No specific investment or asset class will do well all the time and although investment managers have an eye on their markets , they don’t get it right all the time.

Graph 3

These are the same two funds, but now showing the full 12 months.

Each is focussed heavily on their particular remit so to diversify your risk you could choose to have 50% in each as the next example shows.

Graph 4

Now the two the funds are combined in the red line and each are shown separately in grey, they are split 50/50 to achieve an average between the two. Combining them balances the two risks, resulting in a more balanced risk.

This is a crude example, but it shows how risk reduces over time, you would not invest in any risk based investment for such short periods, even the low risk fund can suffer a setback in the short term. The longer the time period, the less extreme the risk.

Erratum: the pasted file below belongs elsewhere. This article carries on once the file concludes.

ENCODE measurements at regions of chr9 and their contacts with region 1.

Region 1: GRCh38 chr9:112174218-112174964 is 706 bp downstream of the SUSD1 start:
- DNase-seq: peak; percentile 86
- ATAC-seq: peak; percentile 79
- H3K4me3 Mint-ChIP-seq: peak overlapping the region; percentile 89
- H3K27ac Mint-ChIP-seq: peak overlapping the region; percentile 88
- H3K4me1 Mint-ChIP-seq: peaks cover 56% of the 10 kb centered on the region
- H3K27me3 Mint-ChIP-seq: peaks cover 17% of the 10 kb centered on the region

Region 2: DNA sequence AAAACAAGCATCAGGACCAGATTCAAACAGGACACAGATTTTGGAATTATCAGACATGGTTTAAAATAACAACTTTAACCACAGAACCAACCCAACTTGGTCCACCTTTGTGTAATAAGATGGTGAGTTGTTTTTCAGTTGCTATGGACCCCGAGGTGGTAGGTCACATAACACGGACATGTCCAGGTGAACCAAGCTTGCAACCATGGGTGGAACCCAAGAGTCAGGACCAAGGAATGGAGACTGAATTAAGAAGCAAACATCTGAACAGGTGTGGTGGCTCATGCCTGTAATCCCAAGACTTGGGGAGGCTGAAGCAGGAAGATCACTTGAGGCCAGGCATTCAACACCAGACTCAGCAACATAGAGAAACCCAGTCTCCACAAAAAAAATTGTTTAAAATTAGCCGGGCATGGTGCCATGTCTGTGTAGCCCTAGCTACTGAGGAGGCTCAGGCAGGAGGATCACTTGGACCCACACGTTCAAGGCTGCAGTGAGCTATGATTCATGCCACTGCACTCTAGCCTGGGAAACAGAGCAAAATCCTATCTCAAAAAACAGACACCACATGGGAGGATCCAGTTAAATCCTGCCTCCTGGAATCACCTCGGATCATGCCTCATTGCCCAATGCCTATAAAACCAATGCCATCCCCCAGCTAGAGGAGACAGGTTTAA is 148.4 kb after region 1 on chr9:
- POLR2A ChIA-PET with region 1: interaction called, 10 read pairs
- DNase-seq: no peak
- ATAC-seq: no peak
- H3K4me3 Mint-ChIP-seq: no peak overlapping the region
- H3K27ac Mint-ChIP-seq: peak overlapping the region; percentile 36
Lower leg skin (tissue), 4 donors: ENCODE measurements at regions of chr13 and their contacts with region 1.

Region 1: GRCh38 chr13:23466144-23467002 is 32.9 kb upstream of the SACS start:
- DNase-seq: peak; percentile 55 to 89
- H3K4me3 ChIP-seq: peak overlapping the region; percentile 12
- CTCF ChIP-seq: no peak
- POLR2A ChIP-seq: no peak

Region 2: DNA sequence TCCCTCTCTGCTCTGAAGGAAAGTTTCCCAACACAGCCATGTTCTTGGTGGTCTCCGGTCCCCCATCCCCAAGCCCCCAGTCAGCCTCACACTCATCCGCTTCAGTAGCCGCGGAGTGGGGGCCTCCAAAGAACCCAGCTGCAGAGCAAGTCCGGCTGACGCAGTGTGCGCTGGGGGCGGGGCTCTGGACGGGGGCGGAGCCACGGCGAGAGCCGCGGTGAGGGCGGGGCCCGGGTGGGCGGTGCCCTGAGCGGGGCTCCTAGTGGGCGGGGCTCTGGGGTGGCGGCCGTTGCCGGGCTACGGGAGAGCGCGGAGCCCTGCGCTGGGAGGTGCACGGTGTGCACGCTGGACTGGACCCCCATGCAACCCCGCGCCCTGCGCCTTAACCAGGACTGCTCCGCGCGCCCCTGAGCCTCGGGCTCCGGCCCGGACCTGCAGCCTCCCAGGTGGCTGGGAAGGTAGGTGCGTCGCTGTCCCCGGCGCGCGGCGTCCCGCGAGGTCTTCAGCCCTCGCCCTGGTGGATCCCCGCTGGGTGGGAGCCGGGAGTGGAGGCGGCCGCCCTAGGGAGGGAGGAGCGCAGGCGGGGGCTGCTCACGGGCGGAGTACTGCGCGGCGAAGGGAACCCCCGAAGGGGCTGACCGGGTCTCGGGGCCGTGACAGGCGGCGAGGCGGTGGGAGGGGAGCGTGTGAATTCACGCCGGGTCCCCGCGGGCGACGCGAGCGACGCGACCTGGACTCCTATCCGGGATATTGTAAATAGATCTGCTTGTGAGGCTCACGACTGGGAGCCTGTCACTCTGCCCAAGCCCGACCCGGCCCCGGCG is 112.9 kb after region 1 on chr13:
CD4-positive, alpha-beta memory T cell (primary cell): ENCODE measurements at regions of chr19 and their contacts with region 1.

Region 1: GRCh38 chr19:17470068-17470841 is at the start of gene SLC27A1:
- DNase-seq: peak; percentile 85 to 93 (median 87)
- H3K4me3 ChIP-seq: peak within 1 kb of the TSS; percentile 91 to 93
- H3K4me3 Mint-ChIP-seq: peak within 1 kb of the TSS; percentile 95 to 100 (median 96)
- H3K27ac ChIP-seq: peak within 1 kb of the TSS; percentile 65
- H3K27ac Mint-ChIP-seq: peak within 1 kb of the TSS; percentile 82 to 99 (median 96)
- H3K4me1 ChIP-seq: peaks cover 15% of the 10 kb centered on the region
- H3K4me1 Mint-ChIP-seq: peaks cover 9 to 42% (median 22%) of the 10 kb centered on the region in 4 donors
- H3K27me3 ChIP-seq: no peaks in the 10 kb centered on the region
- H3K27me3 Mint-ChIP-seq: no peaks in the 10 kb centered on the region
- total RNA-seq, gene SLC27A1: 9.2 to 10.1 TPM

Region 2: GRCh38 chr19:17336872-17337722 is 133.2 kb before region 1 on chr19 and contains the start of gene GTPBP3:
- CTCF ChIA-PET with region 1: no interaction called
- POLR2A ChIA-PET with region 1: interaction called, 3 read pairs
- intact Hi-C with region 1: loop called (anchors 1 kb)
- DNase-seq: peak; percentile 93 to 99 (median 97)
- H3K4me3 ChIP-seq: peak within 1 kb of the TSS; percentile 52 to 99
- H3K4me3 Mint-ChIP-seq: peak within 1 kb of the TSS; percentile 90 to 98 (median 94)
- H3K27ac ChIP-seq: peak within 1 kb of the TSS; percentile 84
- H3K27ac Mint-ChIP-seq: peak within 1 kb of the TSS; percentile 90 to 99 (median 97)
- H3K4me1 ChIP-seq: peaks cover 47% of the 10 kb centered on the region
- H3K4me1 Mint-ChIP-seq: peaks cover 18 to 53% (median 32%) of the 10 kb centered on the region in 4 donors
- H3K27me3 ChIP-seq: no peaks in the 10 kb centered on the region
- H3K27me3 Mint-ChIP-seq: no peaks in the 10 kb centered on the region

To make this a more complete solution we would add more asset classes to increase diversification, further reducing longer term risk. You would then have a multi-asset managed fund. This same mix of assets can be used to create a lower risk investment, by adjusting the percentages of higher risk asset down and the lower risk assets up. And vice-versa to increase the risk.

The above examples are based on investment funds – OEICS/Unit Trusts, the same can be achieved by using ETFs (Exchange Traded Funds) and other low cost investments.

Gain some personal experience

The greater your understanding of investing money the more comfortable you will become. If you don’t yet appreciate the complexities of investments, then until you do, you should not take it upon yourself to invest serious money without guidance.

The value of an investment can rise and fall daily and by higher and lower amounts depending on the volatility you are prepared to accept. Understanding this is the key to understanding risk.